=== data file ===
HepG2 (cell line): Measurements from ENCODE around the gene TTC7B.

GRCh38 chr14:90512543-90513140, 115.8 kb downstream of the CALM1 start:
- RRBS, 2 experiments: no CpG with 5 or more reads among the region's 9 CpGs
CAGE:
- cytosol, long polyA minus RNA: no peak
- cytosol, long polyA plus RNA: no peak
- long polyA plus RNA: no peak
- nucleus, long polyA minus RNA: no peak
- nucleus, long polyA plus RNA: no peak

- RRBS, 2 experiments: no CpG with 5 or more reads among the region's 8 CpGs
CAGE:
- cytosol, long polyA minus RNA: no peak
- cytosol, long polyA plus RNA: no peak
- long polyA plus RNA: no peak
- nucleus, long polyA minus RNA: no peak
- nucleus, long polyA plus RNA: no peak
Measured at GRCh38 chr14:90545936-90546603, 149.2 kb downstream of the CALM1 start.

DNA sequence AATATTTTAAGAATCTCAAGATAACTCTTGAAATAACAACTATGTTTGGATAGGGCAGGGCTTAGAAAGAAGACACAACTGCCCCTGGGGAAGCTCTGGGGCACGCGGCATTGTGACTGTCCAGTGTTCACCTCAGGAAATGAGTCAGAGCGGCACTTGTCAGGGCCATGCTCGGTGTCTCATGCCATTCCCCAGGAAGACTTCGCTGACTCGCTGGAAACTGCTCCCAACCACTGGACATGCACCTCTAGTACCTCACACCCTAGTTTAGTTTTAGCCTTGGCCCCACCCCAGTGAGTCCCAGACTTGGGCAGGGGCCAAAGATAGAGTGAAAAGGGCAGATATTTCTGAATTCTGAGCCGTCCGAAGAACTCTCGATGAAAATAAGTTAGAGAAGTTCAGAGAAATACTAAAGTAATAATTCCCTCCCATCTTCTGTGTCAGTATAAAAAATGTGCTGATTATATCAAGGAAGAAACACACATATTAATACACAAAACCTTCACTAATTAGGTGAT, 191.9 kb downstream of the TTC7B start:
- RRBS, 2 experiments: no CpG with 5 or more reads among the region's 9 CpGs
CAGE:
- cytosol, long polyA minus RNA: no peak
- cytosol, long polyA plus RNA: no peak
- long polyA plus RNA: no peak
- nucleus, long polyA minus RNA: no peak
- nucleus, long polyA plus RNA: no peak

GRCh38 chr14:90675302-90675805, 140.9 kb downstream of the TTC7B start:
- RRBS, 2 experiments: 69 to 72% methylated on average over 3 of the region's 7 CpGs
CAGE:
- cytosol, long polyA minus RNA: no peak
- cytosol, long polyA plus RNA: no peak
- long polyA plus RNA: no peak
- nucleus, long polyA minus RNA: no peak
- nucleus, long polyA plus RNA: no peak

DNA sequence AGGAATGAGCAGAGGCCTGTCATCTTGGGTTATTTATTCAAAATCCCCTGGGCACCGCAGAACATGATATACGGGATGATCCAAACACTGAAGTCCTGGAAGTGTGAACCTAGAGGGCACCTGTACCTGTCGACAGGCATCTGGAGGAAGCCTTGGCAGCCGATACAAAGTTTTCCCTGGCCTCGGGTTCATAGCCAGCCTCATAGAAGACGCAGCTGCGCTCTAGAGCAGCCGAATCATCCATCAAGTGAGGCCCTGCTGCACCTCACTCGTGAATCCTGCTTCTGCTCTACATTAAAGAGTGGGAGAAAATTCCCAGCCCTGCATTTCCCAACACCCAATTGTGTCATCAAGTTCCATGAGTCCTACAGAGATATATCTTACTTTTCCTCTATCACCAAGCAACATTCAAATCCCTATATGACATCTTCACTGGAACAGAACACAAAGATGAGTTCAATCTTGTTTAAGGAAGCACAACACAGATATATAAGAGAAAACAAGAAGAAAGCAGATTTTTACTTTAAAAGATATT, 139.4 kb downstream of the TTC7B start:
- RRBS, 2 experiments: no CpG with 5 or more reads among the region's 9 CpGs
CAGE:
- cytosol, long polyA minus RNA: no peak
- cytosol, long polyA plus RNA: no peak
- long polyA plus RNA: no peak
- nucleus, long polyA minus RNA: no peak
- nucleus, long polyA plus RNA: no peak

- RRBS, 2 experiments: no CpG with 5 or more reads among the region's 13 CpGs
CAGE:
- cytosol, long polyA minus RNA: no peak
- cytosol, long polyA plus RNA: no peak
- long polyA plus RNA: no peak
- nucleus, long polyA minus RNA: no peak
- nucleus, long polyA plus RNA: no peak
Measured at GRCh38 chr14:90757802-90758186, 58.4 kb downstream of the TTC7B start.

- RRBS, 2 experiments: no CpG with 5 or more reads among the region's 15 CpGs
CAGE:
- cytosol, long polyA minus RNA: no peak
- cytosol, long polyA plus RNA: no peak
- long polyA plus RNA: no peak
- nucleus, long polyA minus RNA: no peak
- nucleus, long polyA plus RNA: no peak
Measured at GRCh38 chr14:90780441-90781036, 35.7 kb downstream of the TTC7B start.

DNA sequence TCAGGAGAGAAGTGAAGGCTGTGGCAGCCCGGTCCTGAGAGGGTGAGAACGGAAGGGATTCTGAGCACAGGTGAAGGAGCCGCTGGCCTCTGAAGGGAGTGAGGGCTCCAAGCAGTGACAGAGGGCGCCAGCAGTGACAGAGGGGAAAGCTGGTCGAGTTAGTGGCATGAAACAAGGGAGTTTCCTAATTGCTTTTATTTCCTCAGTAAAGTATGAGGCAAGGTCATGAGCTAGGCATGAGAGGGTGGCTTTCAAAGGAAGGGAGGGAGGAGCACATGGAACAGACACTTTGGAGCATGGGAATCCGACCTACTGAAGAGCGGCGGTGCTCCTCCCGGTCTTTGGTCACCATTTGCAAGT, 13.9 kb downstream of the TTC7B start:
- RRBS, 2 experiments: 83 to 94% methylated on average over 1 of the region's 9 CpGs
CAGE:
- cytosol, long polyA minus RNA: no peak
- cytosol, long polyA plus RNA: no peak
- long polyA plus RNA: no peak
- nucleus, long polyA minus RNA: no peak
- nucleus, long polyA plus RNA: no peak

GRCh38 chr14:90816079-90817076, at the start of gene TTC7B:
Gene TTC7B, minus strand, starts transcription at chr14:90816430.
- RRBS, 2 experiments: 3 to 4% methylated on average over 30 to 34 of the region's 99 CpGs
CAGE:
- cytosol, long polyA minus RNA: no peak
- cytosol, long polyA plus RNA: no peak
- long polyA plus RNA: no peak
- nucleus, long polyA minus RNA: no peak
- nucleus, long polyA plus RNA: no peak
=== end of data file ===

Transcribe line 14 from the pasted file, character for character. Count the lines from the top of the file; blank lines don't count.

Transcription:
- long polyA plus RNA: no peak